High-grade epithelial ovarian cancer kills more women than any other gynecologic cancer and is rarely diagnosed at an early stage. We sought to identify tumor-associated antigens (TAA) as candidate diagnostic and/or immunotherapeutic targets by taking advantage of tumor autoantibody responses in individuals with ovarian cancer. Plasma-derived IgG from a pool of five patients with advanced ovarian cancer was subjected to iterative biopanning using a library of bacteriophage MS2 virus-like particles (MS2-VLPs) displaying diverse short random peptides. After two rounds of biopanning, we analyzed the selectant population of MS2-VLPs by Ion Torrent deep sequencing. One of the top 25 most abundant peptides identified (DISGTNTSRA) had sequence similarity to cancer antigen 125 (CA125/MUC16), a well-known ovarian cancer–associated antigen. Mice immunized with MS2-DISGTNTSRA generated antibodies that cross-reacted with purified soluble CA125 from ovarian cancer cells but not membrane-bound CA125, indicating that the DISGTNTSRA peptide was a CA125/MUC16 peptide mimic of soluble CA125. Preoperative ovarian cancer patient plasma (n = 100) was assessed for anti-DISGTNTSRA, anti-CA125, and CA125. Patients with normal CA125 (<35 IU/mL) at the time of diagnosis had significantly more antibodies to DISGTNTSRA and to CA125 than those patients who had high CA125 (>35 IU/mL). A statistically significant survival advantage was observed for patients who had either normal CA125 and/or higher concentrations of antibodies to CA125 at the time of diagnosis. These data show the feasibility of using deep sequence–coupled biopanning to identify TAA autoantibody responses from cancer patient plasma and suggest a possible antibody-mediated mechanism for low CA125 plasma concentrations in some ovarian cancer patients. Cancer Immunol Res; 4(2); 1–8. ©2015 AACR.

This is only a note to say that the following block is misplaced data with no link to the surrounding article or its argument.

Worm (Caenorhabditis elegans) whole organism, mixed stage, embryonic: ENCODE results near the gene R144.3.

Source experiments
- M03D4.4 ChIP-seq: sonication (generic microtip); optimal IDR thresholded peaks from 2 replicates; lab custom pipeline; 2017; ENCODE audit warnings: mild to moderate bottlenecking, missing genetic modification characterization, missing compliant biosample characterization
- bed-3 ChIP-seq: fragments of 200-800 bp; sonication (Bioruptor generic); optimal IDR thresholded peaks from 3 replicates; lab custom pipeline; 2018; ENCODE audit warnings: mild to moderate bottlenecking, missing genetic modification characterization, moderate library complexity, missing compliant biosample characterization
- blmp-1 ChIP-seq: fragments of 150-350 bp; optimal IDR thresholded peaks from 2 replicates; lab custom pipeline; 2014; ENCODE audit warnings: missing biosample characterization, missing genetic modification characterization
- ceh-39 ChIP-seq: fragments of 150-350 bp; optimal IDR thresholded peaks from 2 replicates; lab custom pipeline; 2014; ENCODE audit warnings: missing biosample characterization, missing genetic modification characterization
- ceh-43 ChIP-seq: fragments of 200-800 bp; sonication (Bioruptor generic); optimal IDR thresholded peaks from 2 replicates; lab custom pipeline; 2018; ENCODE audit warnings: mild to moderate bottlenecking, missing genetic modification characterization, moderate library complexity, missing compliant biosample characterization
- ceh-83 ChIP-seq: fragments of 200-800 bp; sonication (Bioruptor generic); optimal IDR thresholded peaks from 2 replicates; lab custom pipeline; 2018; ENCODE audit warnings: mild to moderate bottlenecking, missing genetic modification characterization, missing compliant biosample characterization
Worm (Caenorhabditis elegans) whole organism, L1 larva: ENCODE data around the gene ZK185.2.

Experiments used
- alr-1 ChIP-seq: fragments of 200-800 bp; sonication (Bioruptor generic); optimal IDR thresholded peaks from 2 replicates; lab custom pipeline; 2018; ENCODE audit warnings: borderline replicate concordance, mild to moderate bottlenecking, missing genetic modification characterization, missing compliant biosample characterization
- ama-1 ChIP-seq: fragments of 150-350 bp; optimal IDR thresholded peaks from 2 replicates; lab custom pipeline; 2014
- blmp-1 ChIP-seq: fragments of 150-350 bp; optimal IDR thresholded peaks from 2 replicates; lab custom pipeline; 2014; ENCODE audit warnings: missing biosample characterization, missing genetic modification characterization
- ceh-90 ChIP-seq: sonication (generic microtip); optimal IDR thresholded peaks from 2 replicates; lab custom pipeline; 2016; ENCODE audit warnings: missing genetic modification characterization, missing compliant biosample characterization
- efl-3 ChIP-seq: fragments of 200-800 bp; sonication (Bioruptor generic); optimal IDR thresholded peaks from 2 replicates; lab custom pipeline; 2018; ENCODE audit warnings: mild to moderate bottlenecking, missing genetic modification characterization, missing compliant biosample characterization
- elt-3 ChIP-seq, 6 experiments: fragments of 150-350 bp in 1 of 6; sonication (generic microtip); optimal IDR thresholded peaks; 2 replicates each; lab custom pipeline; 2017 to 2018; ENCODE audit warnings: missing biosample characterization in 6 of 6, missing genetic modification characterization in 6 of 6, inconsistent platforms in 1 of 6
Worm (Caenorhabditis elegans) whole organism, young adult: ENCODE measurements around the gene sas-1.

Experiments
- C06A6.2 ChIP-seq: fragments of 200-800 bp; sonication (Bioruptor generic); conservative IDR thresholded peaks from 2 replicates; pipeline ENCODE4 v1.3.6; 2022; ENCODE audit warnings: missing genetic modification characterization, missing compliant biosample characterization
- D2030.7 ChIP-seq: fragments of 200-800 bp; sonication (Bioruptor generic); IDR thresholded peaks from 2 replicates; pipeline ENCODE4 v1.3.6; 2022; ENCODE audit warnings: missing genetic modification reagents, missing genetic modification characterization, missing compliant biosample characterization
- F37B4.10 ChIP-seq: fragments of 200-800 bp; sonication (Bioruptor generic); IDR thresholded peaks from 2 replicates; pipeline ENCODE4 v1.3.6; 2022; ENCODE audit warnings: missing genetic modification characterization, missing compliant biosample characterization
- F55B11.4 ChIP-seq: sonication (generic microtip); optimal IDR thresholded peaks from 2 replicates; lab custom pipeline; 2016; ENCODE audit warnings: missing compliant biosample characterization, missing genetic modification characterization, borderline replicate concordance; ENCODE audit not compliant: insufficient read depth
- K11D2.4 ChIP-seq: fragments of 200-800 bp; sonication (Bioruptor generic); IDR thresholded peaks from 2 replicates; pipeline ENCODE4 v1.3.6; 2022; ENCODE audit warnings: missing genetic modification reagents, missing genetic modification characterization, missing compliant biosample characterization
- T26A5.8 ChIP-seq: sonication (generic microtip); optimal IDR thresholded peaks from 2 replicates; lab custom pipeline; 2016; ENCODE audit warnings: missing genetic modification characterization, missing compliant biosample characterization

Note: Supplementary data for this article are available at Cancer Immunology Research Online (http://cancerimmunolres.aacrjournals.org/).
- Received July 15, 2015.
- Revision received September 22, 2015.
- Accepted October 6, 2015.
- ©2015 American Association for Cancer Research.